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Northey Comments On Iowa Crops And Weather Report

November 3, 2010
Dysart Reporter

DES MOINES Iowa Secretary of Agriculture Bill Northey today commented on the Iowa Crops and Weather report released by the USDA National Agricultural Statistical Service. The report is released weekly from April through October.

"After amazingly agreeable weather for most of the fall, harvest is quickly coming to a close across the state and farmers are moving on to other fall fieldwork," Northey said.

The weekly report is also available on the Iowa Department of Agriculture and Land Stewardship's website at www.IowaAgriculture.gov or on USDA's site at www.nass.usda.gov/ia . The report follows here:

FARMERS FOCUS ON FALL

FIELDWORK

Agricultural Summary: After a month of ideal harvesting conditions, Iowa received high winds, scattered rain showers, and a few snow flurries last week. Rainfall amounts were minimal with most of the state experiencing less than half an inch. Winds throughout the week were in the twenties with gusts over 50 miles per hour at times. Along with several blustery days, daytime temperatures were in the sixties with overnight lows dropping into the twenties leading to frost in many areas.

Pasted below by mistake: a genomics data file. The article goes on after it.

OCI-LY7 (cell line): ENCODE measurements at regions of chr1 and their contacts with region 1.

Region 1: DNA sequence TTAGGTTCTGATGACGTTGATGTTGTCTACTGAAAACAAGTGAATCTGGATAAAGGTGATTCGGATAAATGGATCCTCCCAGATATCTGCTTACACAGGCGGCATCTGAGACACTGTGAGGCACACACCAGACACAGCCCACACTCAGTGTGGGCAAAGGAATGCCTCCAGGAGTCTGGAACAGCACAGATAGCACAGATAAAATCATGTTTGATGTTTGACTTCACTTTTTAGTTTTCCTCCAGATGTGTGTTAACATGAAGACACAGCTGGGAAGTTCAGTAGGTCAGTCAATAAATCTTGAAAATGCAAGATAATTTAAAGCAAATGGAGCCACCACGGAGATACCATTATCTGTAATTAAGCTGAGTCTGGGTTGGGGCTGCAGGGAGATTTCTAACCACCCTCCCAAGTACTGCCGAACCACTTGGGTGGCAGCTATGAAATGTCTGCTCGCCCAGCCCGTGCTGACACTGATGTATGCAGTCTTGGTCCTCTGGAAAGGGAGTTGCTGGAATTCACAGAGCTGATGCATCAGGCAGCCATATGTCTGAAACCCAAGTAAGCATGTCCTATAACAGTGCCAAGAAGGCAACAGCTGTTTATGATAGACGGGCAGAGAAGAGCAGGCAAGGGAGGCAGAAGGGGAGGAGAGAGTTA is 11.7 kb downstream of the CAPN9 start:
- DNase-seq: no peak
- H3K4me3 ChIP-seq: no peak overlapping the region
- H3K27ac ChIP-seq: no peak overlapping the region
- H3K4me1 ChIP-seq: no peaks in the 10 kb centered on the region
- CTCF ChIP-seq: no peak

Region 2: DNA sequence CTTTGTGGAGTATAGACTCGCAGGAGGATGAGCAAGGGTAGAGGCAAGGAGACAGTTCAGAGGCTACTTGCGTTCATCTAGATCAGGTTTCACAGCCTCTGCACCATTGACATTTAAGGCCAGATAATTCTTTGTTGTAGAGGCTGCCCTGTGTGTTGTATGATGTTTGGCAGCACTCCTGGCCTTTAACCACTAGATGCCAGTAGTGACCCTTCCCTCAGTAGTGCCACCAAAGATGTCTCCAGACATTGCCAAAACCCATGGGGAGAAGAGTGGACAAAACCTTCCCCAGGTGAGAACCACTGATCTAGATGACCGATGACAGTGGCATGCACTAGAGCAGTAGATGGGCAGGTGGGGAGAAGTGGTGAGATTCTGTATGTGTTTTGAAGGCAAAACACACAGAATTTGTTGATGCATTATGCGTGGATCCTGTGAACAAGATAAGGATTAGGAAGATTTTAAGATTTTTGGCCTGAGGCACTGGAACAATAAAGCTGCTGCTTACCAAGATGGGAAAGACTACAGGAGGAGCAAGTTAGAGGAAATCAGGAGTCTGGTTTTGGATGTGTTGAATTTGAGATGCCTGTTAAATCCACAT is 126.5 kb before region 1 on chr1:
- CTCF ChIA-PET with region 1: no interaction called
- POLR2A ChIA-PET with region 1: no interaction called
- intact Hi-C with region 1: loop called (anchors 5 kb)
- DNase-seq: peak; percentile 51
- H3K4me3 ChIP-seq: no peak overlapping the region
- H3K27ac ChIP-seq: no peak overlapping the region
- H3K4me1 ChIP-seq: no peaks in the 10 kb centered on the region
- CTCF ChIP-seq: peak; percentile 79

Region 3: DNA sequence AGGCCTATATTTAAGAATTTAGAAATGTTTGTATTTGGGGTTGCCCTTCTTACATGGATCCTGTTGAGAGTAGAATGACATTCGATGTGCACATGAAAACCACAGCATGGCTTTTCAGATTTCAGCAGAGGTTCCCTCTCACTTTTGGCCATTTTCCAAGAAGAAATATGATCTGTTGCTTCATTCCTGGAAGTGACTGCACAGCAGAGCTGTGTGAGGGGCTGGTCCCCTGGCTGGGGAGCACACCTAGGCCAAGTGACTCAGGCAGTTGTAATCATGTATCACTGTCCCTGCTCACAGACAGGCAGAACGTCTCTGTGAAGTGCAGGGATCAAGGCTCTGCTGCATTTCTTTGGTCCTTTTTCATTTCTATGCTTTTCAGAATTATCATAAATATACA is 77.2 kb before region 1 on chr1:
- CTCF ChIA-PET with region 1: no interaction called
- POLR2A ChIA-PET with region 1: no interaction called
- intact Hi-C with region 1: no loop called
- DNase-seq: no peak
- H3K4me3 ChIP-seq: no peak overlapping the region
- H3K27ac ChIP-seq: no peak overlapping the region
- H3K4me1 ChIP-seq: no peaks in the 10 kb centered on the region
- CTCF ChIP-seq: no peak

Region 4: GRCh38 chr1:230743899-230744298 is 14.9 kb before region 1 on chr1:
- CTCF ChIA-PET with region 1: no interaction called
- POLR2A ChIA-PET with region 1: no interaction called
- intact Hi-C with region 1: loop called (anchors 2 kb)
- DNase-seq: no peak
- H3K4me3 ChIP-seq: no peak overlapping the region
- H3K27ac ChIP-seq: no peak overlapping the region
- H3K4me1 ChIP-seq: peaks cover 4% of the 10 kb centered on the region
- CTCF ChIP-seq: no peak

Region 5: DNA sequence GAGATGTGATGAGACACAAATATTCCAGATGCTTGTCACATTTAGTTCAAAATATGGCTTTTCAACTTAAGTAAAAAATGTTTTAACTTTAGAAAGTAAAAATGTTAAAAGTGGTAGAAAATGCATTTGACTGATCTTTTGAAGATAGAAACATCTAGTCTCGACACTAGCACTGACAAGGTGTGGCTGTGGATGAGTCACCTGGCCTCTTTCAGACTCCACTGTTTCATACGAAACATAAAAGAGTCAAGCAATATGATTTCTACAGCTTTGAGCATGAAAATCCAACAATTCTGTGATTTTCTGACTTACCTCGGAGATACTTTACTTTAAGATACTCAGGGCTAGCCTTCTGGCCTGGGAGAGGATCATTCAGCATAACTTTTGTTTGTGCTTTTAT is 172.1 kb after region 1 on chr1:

As November begins, Iowa producers are wrapping up their 2010 harvest. Farmers are now focusing on fall fieldwork. Primary activities include tilling fields, installing tile, and baling corn stalks. Growers are also moving forward with anhydrous application as soil temperatures have begun to drop.

There were 5.5 days suitable for fieldwork last week, below the 6.4 recorded the previous week. Only Northwest Iowa reported less than 5.0 days suitable for fieldwork, at 4.7 days suitable, while Southwest recorded the highest number of days, at 6.3 days suitable. Topsoil moisture rated 7 percent very short, 21 percent short, 69 percent adequate, and 3 percent surplus across the state. Subsoil moisture rated 4 percent very short, 15 percent short, 75 percent adequate, and 6 percent surplus.

Field Crops Report: Ninety-four percent of the corn acres have been harvested, 36 days ahead of last year and 26 days ahead of the five-year average and the furthest corn harvest has been by October 31st since 2000 when 97 percent of the corn acres had been harvested. Nearly all soybean acres have been harvested in the northern two-thirds of the state, while a small number of acres remain to be harvested in the southern third. Grain movement was reported at 28 percent none, 28 percent light, 30 percent moderate, and 14 percent heavy. On-farm storage availability rated 18 percent short, 74 percent adequate, and 8 percent surplus, while off-farm storage availability rated 15 percent short, 76 percent adequate, and 9 percent surplus.

Livestock, Pasture and Range Report: Pasture and range condition rated 5 percent very poor, 13 percent poor, 36 percent fair, 38 percent good, and 8 percent excellent. Hay and roughage availability rated 12 percent short, 78 percent adequate, and 10 percent surplus. The quality of hay and roughage rated 14 percent poor, 49 percent fair, and 37 percent good.

 
 

 

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